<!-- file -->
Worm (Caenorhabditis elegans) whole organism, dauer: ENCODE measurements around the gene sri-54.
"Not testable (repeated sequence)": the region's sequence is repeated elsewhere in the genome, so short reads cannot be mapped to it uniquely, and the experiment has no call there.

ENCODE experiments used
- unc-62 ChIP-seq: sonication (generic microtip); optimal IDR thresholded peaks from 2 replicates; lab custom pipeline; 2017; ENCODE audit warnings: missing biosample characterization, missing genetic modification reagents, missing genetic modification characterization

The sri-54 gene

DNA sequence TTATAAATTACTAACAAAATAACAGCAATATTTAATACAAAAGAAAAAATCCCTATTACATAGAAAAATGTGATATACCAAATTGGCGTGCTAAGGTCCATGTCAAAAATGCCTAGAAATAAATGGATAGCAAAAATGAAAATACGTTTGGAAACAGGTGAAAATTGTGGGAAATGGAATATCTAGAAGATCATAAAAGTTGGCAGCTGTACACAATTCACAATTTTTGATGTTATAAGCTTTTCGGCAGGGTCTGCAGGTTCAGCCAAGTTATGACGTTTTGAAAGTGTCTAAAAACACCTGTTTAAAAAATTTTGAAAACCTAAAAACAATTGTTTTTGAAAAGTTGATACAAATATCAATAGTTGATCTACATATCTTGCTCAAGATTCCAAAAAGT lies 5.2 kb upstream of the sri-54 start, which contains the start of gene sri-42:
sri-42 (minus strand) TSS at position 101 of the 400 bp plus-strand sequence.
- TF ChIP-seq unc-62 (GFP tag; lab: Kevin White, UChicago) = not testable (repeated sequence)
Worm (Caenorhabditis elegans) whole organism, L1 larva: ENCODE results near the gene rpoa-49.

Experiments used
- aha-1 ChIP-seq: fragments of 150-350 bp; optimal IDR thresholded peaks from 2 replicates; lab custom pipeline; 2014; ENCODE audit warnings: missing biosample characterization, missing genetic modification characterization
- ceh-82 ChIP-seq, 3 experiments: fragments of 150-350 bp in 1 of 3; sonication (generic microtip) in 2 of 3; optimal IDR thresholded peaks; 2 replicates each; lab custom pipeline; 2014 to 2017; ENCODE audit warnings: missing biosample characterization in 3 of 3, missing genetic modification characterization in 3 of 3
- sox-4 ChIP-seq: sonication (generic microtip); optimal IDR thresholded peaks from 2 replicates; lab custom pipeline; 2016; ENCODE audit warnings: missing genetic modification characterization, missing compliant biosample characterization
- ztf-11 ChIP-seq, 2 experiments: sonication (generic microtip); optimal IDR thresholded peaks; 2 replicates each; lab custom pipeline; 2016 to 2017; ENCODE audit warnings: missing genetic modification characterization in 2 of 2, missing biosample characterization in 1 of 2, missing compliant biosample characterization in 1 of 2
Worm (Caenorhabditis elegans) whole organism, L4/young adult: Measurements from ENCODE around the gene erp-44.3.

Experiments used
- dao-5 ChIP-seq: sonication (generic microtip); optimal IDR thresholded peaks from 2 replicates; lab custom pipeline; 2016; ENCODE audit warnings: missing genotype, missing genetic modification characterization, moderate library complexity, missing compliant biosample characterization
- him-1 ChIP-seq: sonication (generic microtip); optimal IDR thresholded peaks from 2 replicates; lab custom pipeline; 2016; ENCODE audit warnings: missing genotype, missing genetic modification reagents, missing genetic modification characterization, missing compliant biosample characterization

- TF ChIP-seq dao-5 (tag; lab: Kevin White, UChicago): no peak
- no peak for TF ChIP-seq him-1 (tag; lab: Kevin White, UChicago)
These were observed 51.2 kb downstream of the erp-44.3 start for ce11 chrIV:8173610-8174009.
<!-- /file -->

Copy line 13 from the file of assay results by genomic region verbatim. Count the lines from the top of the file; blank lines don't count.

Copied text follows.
- sox-4 ChIP-seq: sonication (generic microtip); optimal IDR thresholded peaks from 2 replicates; lab custom pipeline; 2016; ENCODE audit warnings: missing genetic modification characterization, missing compliant biosample characterization